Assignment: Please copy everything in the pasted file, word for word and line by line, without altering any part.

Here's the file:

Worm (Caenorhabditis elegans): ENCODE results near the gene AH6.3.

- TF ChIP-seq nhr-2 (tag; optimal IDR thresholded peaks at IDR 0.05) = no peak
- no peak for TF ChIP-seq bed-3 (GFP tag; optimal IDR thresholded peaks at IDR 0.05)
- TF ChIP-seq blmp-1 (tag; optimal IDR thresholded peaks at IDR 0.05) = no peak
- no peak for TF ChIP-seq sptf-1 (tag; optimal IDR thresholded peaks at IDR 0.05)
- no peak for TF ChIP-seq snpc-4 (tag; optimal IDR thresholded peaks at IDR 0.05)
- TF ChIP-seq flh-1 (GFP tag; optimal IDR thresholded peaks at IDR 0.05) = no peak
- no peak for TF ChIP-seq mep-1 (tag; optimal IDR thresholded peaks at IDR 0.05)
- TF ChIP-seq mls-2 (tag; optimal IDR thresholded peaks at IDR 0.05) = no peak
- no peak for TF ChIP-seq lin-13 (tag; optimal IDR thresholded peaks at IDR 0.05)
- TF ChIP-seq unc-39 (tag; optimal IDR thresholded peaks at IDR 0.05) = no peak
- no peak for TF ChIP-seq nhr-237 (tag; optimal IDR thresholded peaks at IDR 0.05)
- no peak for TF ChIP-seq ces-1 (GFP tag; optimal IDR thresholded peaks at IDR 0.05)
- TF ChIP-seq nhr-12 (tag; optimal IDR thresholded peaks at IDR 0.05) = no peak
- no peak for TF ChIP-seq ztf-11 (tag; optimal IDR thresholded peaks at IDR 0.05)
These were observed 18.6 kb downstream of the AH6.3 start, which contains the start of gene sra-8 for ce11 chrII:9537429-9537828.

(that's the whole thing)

Worm (Caenorhabditis elegans): ENCODE results near the gene AH6.3.

- TF ChIP-seq nhr-2 (tag; optimal IDR thresholded peaks at IDR 0.05) = no peak
- no peak for TF ChIP-seq bed-3 (GFP tag; optimal IDR thresholded peaks at IDR 0.05)
- TF ChIP-seq blmp-1 (tag; optimal IDR thresholded peaks at IDR 0.05) = no peak
- no peak for TF ChIP-seq sptf-1 (tag; optimal IDR thresholded peaks at IDR 0.05)
- no peak for TF ChIP-seq snpc-4 (tag; optimal IDR thresholded peaks at IDR 0.05)
- TF ChIP-seq flh-1 (GFP tag; optimal IDR thresholded peaks at IDR 0.05) = no peak
- no peak for TF ChIP-seq mep-1 (tag; optimal IDR thresholded peaks at IDR 0.05)
- TF ChIP-seq mls-2 (tag; optimal IDR thresholded peaks at IDR 0.05) = no peak
- no peak for TF ChIP-seq lin-13 (tag; optimal IDR thresholded peaks at IDR 0.05)
- TF ChIP-seq unc-39 (tag; optimal IDR thresholded peaks at IDR 0.05) = no peak
- no peak for TF ChIP-seq nhr-237 (tag; optimal IDR thresholded peaks at IDR 0.05)
- no peak for TF ChIP-seq ces-1 (GFP tag; optimal IDR thresholded peaks at IDR 0.05)
- TF ChIP-seq nhr-12 (tag; optimal IDR thresholded peaks at IDR 0.05) = no peak
- no peak for TF ChIP-seq ztf-11 (tag; optimal IDR thresholded peaks at IDR 0.05)
These were observed 18.6 kb downstream of the AH6.3 start, which contains the start of gene sra-8 for ce11 chrII:9537429-9537828.